Ate Too Much on Thanksgiving? Here’s Good News 

In All Health Watch, Diet and Nutrition, General Health, Gut Health

Ate Too Much on Thanksgiving? Here’s Good News 

If you want to live a long life, you should worry less about your weight and more about staying active.  

That’s the message of a major new study that found that exercise is far more important for longevity than losing weight.i 

We’ve been told over and over that maintaining a healthy weight is crucial to living a long life. But researchers at the University of Virginia found that most of us can be healthy and enjoy longevity at any weight—if we are active enough.  

Worry Less About Weight, More About Exercise 

Scientists looked at the health records of tens of thousands of people to determine whether someone who is heavy gets more health and longevity benefit from losing weight or by getting up and moving.  

The results were not even close.  

“The magnitude of benefit was far greater from improving fitness than from losing weight,” said Dr. Glenn Gaesser of Arizona State University, who led the study.  

Dr. Gaesser and his colleagues found that overweight people who start to exercise cut their risk of premature death by 30%, whether they lose weight or not. This improvement actually puts them at lower risk of early death than people who are normal weight but don’t exercise.ii 

On the other hand, if heavy people lose weight by dieting but don’t exercise, the study found that their risk of dying young drops between zero and 16%.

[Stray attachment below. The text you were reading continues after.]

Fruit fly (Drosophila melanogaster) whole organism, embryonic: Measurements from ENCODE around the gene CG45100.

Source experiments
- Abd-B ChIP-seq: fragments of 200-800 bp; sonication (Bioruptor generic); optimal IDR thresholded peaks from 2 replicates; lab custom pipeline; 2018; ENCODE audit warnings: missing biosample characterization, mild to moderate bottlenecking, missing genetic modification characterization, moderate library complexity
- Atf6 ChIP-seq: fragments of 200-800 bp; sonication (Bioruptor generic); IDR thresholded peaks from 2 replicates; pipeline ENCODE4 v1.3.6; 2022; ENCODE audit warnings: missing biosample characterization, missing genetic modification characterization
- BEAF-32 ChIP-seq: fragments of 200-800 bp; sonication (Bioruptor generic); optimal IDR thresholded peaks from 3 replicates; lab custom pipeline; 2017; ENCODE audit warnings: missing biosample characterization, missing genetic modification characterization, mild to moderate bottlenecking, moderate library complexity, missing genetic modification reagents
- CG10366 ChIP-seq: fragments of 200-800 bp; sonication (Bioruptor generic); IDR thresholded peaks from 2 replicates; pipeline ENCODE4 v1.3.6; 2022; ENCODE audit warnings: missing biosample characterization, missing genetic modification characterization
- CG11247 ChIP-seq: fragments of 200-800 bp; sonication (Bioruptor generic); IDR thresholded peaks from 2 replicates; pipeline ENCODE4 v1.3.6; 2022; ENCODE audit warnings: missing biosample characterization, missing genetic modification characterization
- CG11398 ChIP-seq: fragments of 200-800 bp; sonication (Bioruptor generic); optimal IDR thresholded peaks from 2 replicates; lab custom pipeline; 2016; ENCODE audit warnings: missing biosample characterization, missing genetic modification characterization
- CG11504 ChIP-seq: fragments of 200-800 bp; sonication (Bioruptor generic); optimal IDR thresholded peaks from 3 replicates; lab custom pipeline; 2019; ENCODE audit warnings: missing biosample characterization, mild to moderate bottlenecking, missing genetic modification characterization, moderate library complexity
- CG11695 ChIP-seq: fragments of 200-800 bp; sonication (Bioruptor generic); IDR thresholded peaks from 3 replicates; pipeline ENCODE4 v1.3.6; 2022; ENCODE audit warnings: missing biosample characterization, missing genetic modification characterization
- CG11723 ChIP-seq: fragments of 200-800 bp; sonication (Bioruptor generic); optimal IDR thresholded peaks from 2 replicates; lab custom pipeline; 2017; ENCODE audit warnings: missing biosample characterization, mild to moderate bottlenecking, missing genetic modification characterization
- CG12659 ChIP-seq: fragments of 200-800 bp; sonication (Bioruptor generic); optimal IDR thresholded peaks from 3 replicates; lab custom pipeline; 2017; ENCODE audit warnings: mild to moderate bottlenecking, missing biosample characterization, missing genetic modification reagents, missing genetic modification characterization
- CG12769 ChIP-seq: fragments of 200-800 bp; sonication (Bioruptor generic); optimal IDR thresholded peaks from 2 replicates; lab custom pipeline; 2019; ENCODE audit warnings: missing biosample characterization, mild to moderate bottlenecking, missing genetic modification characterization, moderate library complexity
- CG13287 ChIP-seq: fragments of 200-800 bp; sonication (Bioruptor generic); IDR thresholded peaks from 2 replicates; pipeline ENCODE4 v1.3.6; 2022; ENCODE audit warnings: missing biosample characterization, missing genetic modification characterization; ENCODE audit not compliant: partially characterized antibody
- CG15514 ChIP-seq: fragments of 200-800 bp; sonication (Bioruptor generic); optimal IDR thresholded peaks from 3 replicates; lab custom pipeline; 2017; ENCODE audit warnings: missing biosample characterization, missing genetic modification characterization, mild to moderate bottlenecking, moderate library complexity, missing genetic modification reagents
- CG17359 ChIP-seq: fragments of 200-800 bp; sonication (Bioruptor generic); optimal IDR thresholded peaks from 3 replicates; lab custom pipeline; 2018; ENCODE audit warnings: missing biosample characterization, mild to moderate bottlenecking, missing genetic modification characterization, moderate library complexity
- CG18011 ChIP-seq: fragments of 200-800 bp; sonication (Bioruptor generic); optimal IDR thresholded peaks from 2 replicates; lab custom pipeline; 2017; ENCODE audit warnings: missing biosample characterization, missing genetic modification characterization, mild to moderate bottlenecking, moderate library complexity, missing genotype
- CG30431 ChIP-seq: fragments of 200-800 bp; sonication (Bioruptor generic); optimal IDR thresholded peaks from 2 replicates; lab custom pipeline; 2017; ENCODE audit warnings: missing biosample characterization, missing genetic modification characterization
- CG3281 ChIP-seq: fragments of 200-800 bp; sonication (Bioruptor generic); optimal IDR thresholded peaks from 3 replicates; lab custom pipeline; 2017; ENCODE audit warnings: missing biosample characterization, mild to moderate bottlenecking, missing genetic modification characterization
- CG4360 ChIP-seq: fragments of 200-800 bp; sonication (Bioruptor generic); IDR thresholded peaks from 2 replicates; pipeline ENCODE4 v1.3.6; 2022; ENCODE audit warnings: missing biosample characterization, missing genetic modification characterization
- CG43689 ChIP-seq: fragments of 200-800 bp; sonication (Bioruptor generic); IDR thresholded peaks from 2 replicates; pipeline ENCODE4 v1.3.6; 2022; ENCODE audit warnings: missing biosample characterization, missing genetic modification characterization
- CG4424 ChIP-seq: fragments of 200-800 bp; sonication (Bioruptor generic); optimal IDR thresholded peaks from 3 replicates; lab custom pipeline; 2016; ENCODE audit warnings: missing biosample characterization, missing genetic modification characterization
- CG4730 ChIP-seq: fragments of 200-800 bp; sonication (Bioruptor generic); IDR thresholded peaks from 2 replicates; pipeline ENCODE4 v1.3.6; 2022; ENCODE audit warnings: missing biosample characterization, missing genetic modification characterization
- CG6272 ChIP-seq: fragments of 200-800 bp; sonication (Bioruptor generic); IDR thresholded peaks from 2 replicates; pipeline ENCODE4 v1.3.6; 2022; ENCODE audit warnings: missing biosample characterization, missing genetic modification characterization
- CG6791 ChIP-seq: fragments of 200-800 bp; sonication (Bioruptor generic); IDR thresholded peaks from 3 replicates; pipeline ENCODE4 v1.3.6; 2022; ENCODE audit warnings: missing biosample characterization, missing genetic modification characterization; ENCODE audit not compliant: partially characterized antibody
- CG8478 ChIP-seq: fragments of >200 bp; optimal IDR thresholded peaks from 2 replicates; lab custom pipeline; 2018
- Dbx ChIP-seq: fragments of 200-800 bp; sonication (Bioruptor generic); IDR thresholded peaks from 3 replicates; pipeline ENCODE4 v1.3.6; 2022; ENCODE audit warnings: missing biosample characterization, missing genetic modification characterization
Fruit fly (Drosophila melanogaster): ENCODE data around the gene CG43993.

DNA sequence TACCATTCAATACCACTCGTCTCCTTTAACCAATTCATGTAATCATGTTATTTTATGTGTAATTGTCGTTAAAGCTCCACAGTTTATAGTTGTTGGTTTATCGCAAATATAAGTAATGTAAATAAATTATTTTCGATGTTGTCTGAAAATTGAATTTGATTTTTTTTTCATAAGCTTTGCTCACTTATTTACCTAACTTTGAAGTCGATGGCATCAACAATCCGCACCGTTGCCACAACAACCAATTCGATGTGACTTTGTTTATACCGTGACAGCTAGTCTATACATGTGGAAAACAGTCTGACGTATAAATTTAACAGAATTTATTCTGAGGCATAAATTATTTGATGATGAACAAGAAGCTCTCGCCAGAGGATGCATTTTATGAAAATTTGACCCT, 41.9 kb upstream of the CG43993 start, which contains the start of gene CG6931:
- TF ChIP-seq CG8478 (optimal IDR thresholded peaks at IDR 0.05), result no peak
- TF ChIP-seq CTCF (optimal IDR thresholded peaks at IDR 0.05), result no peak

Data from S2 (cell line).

Exercise Reduces Visceral Fat 

Dr. Gaesser believes dieting is relatively ineffective in improving health and longevity because people who lose weight often gain it back. Then they go on another diet and lose it again. This yo-yo effect contributes to diabetes, high cholesterol, and lower lifespan.iii 

Exercise, however, combats those same conditions, Dr. Gaesser said.  

Even if overweight people don’t lose fat when they exercise, their fat is redistributed in a healthy way after they become active.  

“People with obesity usually lose some visceral fat when they exercise,” he said. Visceral fat, which collects deep in our bodies around our organs, raises the risk for diabetes, heart disease, and other conditions. 

“Exercise makes fat more fit,” Dr. Gaesser said.  

The take-home message of the study is this, he said: “You’ll be better off, in terms of mortality risk, by increasing your physical activity and fitness than by intentionally losing weight.”iv 

Editor’s Note: Muscle mass—more than any other factor—may determine how long you’ll live. Discover how to get a stronger body even as you get older. Get all the details in our monthly journal Independent Healing by clicking HERE. 

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